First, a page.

Shopping Tips for When You're Counting Calories
From the produce section to the snack-food aisle, how to pick foods that will make losing weight easier.
Stock up on plain frozen vegetables (shun the ones with sauce or butter) so that you’ve always got some veggies on hand. Most are frozen right after picking to preserve nutrients and flavor, so you don’t have to feel you’re compromising. You might also find some "healthy" frozen entrees—great "fallback" meal insurance, if you like how they taste (check labels to ensure they’re really "healthy," and watch the sodium). Pick up some 100 percent fruit juice concentrates and, for semi-indulgent treats, stock up on low-fat ice milks, yogurts and/or sorbets. Look for single-serving packages that allow you to eat a fixed amount.
While these sections can be a minefield of temptations, there are plenty of healthy staples to be found. Choose whole-grain pastas (there are some astonishingly tasty brands now available) and brown rice, as well as "quick" whole grains like whole-wheat couscous, quinoa and quick-cooking barley. Look for canned fruits packed in water or their own juices, and vegetables canned without salt. For convenient protein fixes, try canned beans, water-packed tuna, canned salmon and sardines—and reduced-sodium soups based on broth or beans.
Looking for a good salad dressing? Focus on flavor rather than worrying too much about the fat content, since the whole point of dressing is to get you to eat more salads. "Reduced-fat" and "fat-free" dressings often contain similar amounts of calories and might not be worth the flavor trade-off. Don’t forget to pick up some interesting vinegars, which add calorie-free flavor to just about anything; try balsamic, sherry and apple cider vinegars.
In the cereal aisle, seek out brands labeled "whole-grain" (with whole grains as the first ingredient) and with at least 8 grams of fiber per serving. Check the label to avoid added sugars; you can always add sweetness with your own sliced fresh fruit. In the snack section, best options include whole-grain snack crackers, whole-wheat pretzels, brown rice cakes, whole-grain crispbreads and popcorn (choose "light" microwave variety or—even better—pop it yourself in an air popper or on the stove, in a heart-healthy oil like peanut or canola).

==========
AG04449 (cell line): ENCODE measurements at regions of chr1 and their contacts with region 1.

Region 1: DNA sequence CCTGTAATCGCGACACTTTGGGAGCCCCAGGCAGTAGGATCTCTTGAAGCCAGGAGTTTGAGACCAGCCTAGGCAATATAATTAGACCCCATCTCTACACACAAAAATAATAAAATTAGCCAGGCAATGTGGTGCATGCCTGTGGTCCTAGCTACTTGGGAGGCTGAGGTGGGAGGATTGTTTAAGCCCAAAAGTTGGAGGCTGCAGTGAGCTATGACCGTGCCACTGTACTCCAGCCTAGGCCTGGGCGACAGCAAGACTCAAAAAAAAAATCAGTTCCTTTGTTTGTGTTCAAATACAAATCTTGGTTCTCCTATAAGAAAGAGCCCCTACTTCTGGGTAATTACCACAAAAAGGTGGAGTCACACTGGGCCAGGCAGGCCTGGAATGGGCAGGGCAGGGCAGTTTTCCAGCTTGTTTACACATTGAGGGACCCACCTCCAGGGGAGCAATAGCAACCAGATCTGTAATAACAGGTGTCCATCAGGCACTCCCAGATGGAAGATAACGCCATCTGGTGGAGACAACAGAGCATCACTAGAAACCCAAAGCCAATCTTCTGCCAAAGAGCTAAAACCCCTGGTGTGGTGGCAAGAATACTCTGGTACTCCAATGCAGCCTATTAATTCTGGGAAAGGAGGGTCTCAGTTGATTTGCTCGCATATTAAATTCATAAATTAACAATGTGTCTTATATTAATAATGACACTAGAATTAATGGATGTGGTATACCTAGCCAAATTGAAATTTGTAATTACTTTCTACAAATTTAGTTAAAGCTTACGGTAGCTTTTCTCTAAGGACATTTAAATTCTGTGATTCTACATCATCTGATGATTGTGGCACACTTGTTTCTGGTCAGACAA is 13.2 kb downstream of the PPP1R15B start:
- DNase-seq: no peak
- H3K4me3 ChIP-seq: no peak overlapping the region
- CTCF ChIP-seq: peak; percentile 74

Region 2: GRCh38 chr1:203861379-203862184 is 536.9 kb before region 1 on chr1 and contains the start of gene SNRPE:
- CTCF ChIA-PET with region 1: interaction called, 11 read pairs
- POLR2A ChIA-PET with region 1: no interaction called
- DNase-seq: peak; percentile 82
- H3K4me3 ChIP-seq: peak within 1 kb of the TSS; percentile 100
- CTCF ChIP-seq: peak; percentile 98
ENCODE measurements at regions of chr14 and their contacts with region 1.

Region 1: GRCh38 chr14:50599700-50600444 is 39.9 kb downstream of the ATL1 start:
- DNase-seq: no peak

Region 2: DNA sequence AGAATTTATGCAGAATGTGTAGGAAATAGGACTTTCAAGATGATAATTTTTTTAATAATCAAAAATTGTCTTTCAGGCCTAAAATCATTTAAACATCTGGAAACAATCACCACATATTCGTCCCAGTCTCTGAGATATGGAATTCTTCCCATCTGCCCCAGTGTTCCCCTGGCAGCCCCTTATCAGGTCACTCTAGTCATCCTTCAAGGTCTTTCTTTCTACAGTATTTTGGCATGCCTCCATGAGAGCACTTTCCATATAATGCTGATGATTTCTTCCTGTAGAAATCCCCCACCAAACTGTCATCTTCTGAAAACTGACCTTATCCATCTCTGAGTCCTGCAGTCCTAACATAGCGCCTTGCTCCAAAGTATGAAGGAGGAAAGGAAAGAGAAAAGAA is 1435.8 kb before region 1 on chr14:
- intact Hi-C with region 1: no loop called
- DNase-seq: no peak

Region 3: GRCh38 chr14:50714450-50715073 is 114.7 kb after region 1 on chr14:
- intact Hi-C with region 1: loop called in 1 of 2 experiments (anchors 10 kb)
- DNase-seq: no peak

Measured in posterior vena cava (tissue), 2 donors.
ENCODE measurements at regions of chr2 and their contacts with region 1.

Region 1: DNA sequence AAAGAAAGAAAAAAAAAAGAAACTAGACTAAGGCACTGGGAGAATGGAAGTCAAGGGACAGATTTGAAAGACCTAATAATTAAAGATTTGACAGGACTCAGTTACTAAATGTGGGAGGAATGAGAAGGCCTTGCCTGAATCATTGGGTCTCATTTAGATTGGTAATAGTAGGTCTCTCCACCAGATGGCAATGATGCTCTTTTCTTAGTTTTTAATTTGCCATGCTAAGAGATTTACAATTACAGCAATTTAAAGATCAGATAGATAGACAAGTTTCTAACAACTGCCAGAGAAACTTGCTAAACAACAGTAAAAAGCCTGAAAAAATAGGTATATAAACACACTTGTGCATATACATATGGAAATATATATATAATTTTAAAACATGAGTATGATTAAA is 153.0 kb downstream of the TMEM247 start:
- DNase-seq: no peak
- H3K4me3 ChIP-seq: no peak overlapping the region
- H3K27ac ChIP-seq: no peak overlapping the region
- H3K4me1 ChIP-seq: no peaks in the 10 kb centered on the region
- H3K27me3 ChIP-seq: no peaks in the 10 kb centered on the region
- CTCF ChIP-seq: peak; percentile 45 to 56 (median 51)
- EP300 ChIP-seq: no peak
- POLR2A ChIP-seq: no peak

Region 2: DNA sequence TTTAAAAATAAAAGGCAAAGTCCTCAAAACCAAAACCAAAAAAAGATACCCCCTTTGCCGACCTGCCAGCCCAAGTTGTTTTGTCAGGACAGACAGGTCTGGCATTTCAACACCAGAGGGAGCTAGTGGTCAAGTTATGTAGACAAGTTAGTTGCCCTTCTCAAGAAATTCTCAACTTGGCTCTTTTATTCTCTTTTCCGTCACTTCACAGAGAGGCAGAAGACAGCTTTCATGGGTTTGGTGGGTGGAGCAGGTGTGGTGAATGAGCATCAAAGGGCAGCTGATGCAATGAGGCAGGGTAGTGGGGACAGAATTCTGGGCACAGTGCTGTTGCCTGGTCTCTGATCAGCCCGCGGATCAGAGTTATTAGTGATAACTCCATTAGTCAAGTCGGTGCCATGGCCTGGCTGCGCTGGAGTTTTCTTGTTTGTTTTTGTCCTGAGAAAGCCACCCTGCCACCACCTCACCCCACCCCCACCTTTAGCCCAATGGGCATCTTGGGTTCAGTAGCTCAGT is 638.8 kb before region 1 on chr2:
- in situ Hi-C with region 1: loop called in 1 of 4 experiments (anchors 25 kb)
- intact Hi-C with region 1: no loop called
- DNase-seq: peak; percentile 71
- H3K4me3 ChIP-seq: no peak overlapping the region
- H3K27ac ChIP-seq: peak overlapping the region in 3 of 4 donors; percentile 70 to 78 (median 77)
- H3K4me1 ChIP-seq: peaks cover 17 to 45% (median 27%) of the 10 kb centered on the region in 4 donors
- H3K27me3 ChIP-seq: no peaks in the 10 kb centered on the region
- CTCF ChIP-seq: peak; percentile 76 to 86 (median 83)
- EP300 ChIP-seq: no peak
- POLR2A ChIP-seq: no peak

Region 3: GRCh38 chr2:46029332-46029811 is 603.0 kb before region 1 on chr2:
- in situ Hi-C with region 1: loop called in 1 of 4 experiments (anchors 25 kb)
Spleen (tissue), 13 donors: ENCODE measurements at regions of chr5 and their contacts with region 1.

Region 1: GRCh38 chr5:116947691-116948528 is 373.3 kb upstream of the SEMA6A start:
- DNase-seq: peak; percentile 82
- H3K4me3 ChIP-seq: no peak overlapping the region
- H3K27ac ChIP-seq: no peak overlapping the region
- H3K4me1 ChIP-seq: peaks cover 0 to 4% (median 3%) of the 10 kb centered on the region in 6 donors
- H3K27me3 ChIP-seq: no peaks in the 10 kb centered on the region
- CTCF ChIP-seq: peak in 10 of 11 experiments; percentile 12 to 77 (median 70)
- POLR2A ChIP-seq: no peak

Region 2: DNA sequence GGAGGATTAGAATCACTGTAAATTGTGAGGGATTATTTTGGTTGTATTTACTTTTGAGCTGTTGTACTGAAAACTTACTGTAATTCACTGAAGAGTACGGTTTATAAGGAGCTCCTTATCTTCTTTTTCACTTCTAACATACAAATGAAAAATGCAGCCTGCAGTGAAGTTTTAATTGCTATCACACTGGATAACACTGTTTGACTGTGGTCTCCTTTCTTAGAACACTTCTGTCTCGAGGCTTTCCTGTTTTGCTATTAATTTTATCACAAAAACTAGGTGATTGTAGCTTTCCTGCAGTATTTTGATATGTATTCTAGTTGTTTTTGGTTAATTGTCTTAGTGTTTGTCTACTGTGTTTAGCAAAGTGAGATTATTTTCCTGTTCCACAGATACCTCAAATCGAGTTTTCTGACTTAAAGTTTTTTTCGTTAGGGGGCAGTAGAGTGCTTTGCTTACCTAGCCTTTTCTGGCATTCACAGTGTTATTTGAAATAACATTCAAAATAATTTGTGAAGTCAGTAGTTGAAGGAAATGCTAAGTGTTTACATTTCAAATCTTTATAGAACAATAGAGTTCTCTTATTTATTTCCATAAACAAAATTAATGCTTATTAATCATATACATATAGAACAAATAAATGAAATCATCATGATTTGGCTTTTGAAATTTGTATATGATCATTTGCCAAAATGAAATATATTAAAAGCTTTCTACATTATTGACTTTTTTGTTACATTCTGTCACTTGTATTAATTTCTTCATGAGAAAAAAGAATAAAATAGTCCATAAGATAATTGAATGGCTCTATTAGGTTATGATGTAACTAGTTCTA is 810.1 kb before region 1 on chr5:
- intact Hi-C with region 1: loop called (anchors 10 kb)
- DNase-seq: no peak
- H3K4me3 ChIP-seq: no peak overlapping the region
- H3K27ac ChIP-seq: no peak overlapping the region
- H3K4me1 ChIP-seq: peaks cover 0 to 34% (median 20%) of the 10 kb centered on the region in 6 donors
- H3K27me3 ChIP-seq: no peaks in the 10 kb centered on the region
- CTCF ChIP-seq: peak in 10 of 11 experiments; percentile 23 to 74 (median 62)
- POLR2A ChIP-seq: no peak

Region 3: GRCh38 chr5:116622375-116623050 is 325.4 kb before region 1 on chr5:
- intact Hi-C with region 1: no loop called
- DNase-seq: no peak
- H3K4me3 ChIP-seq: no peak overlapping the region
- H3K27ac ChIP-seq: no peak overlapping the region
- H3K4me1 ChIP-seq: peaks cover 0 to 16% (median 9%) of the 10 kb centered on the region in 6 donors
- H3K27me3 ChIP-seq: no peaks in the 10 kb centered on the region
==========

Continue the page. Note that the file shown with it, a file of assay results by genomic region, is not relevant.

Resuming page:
Since sandwich bread is a staple, be choosy: you’ll want one that gives you plenty of whole grains in a tasty package. Look for breads, English muffins, bagels and rolls labeled "100 percent whole-wheat," with at least 3 grams of fiber apiece (the first ingredient in the list should begin with the word "whole"). Try "lunch"-size rolls for burgers and sandwiches; you’ll get a more reasonable portion. Store bread in the freezer to keep it fresher longer; just thaw on the counter as needed. Whole-wheat versions of pita and flour tortillas can usually be found here, too, along with corn tortillas; keep them to a 7-inch diameter or less.
Among the cookies and cakes, best choices for a splurge are those in bite-size portions, such as brownie bites, mini muffins or flavored meringues. Be wary of "fat-free" bakery treats, which often have as many or even more calories than their "regular" counterparts. Don’t waste your calories on anything that doesn’t taste fabulous.